ST Sep 16, 2006Paul Wolfowitz never gave up, and now the Singapore government has given in. 22 of the 27 banned activists will be "un-banned", after all.
S'pore agrees to admit 22 of 27 blacklisted activists
By Li Xueying
SINGAPORE will allow 22 of the 27 civil society activists it had objected to previously to enter the country after all.
In an unexpected statement last night, the Singapore organising
committee for the International Monetary Fund-World Bank meetings said:
'Based on input provided by the IMF and World Bank this morning, the S2006 Organising Committee has reviewed the list of 27 CSO representatives whose entry was subject to interview by Singapore. The S2006 Organising Committee has decided to allow the entry of 22 of the 27 CSO representatives.'
CSO refers to civil society organisations.
The remaining five activists will be 'subject to interview and may not be allowed in', if they try to enter Singapore.
As in previous statements, the 27 were not named.
Singapore had earlier objected to their accreditation to attend the
meetings, citing security and law and order concerns.
Hours before the about-turn, World Bank president Paul Wolfowitz said that Singapore had inflicted 'enormous damage' to its reputation. Describing its actions as 'unacceptable', he told a meeting with the CSOs that he had raised the matter with President SR Nathan and Prime Minister Lee Hsien Loong.
In the afternoon, 164 CSOs announced a boycott of all official IMF-World Bank events.
Mr Wolfowitz said that Singapore would have to decide whether to show it was 'authoritarian' or 'at the stage of success they have reached, they would do much better for themselves with a more visionary approach to the process'.
His comments, the harshest yet, came after a week of wrangling between the IMF, the World Bank and Singapore over the issue ...
Those who understand Asian culture and the Singapore government mindset will also be able to guess why five activists continue to be banned. At least part of the reason is called "saving face". Although the Singapore government has decided to concede, it can't allow itself to be seen as conceding completely.
Earlier this week, the blogger known as Chemgen referred to IMF's and World Bank's displeasure with the Singapore government as a "token rebuke". Chemgen wrote:
Both are just moving their prearranged pieces. The Singapore government is making its anti-protest move and the IMF / WB are reading their prepared statements in response. All don't want to see that much protest in Singapore. I don't think we should take the IMF and WB's "rebuke" literally as one for the masses and a slap in the face of the Singapore government.I felt that Chemgen was wrong. Well, I think that my feeling was correct.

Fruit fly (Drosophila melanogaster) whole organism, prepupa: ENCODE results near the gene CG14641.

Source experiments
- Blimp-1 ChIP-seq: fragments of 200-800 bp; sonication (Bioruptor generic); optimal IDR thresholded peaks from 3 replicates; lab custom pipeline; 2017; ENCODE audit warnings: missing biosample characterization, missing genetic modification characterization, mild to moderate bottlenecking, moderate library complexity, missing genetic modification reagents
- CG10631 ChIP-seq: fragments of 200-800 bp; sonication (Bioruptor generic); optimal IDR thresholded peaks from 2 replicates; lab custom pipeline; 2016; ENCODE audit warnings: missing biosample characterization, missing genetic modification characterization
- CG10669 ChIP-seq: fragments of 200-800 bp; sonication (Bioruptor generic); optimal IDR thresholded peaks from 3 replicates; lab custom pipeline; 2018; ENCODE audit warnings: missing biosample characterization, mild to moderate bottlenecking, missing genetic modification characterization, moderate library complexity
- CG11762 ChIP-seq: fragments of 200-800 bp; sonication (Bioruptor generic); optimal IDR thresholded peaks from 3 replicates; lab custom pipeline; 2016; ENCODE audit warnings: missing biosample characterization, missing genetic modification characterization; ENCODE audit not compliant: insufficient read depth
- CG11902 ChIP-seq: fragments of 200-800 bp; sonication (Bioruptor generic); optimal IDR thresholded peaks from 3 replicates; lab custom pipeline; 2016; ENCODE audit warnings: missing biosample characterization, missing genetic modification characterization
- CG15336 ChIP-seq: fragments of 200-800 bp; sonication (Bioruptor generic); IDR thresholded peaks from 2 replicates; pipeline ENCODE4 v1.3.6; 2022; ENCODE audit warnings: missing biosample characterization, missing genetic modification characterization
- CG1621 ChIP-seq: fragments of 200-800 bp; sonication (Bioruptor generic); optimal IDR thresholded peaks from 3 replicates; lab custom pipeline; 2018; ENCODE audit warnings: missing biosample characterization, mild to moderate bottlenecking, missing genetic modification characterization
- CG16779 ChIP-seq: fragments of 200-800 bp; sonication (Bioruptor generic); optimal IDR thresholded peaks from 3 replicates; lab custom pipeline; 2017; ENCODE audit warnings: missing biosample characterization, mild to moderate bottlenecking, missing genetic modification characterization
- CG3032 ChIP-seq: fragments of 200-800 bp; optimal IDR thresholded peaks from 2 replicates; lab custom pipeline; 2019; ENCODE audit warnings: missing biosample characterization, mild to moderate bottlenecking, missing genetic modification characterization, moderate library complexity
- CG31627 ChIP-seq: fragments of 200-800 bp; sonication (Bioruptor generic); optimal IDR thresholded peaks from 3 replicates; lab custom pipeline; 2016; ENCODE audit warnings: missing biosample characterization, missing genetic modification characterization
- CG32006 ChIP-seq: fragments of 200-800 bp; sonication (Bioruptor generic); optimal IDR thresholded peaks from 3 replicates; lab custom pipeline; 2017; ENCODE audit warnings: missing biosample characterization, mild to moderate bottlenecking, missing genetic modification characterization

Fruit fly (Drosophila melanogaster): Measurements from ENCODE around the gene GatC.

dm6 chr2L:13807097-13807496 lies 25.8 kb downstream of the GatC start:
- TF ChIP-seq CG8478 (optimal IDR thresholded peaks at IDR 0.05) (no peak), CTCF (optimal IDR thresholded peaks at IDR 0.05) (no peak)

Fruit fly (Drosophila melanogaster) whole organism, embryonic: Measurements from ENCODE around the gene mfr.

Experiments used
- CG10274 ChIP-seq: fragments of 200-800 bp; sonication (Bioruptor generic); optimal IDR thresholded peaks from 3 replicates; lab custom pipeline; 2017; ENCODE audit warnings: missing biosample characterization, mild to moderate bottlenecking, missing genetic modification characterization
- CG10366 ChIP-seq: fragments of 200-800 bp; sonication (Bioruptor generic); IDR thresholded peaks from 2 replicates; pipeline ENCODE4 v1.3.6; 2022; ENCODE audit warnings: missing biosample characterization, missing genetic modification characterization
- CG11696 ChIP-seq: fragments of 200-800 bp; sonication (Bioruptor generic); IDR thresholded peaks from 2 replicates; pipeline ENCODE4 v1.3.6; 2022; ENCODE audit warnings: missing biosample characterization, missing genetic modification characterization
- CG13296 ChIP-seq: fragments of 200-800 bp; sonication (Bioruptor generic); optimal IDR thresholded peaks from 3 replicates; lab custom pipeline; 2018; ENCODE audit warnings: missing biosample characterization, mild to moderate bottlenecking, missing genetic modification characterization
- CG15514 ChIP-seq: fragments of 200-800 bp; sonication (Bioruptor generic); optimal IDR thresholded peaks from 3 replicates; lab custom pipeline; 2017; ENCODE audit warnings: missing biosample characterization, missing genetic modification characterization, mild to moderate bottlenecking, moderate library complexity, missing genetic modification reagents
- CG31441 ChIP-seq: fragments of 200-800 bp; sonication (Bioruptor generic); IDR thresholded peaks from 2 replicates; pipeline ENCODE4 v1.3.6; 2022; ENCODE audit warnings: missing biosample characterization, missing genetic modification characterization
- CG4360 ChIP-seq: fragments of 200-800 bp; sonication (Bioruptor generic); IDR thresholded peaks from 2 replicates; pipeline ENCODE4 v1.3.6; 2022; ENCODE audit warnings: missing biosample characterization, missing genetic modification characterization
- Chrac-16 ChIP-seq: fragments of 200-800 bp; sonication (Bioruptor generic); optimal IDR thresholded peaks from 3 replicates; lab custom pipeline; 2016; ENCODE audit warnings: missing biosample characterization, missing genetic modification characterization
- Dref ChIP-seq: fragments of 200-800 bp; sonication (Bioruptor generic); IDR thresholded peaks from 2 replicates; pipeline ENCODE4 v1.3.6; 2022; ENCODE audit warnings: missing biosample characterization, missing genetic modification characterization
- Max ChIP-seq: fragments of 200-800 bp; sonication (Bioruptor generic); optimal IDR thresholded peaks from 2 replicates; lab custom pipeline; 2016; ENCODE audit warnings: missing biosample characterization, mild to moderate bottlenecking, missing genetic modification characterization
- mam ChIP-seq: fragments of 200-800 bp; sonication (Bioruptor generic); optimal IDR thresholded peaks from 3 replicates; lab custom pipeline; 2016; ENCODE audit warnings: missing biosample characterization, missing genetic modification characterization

In my opinion, the Singapore government's real concern is not the demonstrations or other activities that the 27 activists might carry out while they are in Singapore. The government can always deploy another 100 police officers to follow the 27 activists wherever they go and keep them under control. And frankly the 27 activists have no interest in Singapore - their interest is the IMF and the World Bank, and after conference is over, they'll be gone for good too.
What then is the real concern of the Singapore government? This is it - if they allow these World Bank/IMF demonstrations to happen (under anything but the most controlled, prescribed indoor conditions), this sets a bad precedent. In the future, the Singapore government will find it much more difficult to provide plausible, convincing reasons why citizens (eg Chee Soon Juan) shouldn't be allowed to hold peaceful, orderly demonstrations in Singapore.
In fact, back in October 2005, I had already foreseen the possibility of this scenario arising and I had described this as a "potentially embarrassing situation" for the Singapore government.
We live in interesting times. Some of my less-perceptive readers may be surprised, but I personally don't fancy the idea of a "mass demonstration" culture developing in Singapore (emphasis on mass). If only we had a freer press; more opposition MPs in Parliament; a more consultative ruling party; less censorship, and so on .... then no one would even think that Singapore needs mass demonstrations.
Me, I prefer to work my own peaceful little corner of cyberspace, offering my opinions and analysis to all who are interested. By the way, my September readership is on track to hit another new all-time high again, so thank you for reading.
Technorati: Singapore; civil society; civil rights; World Bank; IMF.